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With the unemployment rate remaining low, more borrowers were current on their mortgage payments in April compared to the first three months of 2022, according to the Mortgage Bankers Association.

In its monthly Loan Monitoring Survey released this week, the MBA found that the total number of loans now in forbearance decreased by 11 basis points from 1.05 percent of servicers’ portfolio volume in March to 0.94 percent in April. The MBA estimates that 470,000 homeowners are in forbearance plans.

The share of Fannie Mae and Freddie Mac loans in forbearance decreased 6 basis points to 0.43 percent. Ginnie Mae loans in forbearance decreased 9 basis points to 1.29 percent, and the forbearance share for portfolio loans and private-label securities (PLS) declined 29 basis points to 2.15 percent.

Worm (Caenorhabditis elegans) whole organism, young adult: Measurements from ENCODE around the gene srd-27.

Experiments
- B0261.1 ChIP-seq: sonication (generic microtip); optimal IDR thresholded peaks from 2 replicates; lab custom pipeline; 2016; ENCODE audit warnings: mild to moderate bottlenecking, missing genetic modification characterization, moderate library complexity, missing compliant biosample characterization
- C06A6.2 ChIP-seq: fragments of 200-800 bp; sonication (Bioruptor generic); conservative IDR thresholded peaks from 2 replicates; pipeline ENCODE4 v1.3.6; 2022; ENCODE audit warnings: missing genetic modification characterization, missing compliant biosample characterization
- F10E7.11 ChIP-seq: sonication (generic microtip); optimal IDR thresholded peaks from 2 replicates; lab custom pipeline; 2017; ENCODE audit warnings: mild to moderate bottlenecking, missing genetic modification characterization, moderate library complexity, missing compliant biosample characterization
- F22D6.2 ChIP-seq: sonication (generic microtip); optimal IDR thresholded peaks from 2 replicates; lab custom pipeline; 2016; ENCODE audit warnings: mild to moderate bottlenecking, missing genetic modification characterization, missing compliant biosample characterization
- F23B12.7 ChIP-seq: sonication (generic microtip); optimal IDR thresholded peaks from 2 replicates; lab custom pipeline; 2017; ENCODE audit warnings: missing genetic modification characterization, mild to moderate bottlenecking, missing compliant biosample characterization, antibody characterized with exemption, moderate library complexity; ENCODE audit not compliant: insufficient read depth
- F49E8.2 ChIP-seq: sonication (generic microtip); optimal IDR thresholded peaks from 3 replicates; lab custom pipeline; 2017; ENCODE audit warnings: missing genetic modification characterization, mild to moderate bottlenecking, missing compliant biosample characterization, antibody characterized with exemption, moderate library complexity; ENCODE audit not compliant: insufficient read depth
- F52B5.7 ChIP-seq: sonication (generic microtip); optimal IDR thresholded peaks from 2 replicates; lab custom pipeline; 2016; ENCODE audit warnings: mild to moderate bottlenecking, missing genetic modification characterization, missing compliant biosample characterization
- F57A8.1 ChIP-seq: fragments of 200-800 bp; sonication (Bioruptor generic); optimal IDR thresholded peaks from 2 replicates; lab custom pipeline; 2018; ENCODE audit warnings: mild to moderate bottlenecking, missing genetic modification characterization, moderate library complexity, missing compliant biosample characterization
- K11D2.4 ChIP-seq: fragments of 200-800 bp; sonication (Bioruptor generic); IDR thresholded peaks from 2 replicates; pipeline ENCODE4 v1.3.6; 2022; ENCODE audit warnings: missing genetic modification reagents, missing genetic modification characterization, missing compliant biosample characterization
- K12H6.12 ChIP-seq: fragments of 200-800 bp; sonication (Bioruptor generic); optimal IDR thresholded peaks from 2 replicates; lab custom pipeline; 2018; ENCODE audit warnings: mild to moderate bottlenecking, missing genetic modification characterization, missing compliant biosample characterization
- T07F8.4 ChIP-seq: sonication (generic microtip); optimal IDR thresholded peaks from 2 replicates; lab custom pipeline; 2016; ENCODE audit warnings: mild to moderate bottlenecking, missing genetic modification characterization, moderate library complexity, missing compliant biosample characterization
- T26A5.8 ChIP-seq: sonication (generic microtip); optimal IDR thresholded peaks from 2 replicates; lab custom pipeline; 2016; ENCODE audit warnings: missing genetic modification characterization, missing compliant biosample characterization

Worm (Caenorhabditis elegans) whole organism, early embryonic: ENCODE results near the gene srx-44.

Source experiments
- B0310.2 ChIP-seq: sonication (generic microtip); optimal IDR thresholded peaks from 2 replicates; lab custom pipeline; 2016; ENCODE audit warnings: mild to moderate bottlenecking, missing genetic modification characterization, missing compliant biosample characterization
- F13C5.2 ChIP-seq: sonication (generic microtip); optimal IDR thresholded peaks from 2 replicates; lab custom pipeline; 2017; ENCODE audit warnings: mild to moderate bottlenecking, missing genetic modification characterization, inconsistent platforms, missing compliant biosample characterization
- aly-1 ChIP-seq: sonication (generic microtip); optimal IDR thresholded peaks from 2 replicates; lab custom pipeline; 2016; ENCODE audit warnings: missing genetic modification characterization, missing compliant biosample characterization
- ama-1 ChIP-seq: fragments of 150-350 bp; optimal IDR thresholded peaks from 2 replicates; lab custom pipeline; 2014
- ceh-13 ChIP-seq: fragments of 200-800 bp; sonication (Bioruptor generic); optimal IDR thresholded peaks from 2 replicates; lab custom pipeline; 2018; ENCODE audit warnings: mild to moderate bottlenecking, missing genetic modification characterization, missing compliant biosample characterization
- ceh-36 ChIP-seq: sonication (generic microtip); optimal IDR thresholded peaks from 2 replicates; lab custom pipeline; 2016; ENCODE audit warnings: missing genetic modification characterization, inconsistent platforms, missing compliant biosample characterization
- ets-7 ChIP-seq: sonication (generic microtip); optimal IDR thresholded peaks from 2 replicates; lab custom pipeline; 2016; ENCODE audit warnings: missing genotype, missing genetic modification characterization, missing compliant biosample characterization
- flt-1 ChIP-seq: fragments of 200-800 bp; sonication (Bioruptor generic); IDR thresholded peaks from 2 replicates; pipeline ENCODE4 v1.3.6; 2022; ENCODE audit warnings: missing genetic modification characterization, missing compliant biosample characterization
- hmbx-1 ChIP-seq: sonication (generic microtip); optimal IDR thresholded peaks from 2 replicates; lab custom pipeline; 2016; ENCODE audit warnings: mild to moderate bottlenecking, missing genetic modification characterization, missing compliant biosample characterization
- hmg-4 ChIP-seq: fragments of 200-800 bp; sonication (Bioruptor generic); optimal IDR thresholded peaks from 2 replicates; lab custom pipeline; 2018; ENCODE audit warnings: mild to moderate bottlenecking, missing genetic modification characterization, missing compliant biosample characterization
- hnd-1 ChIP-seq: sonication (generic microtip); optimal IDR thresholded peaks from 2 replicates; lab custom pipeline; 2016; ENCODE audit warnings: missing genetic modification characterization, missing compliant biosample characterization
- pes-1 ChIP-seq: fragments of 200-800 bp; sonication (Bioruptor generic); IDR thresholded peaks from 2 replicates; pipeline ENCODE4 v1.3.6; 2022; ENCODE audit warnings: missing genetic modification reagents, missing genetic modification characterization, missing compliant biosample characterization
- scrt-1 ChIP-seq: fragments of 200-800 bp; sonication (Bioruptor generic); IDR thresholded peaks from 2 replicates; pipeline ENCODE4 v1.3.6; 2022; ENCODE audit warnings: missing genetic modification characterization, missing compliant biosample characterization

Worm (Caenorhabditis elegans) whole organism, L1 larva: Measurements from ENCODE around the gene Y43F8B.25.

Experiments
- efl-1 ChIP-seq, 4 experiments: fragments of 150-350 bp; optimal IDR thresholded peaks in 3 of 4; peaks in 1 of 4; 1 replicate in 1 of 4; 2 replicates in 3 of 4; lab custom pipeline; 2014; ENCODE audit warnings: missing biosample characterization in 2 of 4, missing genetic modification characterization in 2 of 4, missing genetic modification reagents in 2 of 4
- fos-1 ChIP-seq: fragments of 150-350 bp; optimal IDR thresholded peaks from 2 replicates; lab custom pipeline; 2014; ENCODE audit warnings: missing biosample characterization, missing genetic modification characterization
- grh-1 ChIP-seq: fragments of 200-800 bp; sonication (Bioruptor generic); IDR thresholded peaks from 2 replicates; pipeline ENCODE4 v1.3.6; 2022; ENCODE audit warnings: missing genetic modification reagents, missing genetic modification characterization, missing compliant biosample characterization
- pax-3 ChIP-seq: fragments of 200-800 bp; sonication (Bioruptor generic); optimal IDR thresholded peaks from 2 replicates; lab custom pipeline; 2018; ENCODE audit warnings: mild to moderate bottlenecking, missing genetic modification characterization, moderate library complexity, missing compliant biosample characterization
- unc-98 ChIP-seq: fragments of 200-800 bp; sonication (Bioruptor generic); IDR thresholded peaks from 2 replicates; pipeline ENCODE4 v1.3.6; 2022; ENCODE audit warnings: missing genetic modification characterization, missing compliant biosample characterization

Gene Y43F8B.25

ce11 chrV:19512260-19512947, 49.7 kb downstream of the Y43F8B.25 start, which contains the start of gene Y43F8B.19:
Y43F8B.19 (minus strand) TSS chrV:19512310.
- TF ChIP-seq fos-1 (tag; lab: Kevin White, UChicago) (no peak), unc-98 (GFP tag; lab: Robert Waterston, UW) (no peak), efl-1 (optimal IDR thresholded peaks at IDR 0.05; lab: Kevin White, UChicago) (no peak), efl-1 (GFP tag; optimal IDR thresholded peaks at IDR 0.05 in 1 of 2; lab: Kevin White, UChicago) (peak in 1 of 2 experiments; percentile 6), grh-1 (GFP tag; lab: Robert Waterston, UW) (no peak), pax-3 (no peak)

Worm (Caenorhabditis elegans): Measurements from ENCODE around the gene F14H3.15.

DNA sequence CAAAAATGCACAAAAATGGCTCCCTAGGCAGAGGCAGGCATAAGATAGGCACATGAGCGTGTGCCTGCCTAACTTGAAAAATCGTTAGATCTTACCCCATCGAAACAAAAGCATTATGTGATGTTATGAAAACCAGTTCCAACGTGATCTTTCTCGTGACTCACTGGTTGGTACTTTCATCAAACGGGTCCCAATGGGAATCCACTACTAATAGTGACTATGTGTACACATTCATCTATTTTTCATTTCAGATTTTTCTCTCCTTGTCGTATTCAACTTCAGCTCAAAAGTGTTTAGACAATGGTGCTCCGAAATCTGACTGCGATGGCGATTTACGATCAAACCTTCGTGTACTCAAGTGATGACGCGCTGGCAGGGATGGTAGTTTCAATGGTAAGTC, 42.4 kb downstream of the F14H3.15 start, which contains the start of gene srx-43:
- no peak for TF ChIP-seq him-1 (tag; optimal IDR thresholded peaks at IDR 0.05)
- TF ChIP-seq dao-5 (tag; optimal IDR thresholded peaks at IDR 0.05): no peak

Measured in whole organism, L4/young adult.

“With the number of borrowers in forbearance decreasing to less than half a million, the pace of monthly forbearance exits reached its lowest level since MBA started tracking exits in June 2020,” Marina Walsh, MBA’s vice president of industry analysis, said in a statement. “Servicers are expected to continue making small incremental inroads to the remaining loans in forbearance.”

The MBA said that 28.9 percent of total loans in forbearance are in the initial forbearance plan stage, while 58.1 percent are in a forbearance extension. The remaining 13 percent are forbearance re-entries, including re-entries with extensions.

Despite potential headwinds such as high inflation and stock market volatility, the MBA said, the percentage of borrowers current on their mortgage payments reached its highest level since the start of 2022,

“The best indicator of loan performance is overall national employment,” Walsh said. “The U.S. unemployment rate is still below 4 percent, leaving borrowers in a good position to make their monthly mortgage payments.”

MBA: Mortgage Forbearance Rate Continues to Decline

by Banker & Tradesman time to read: 1 min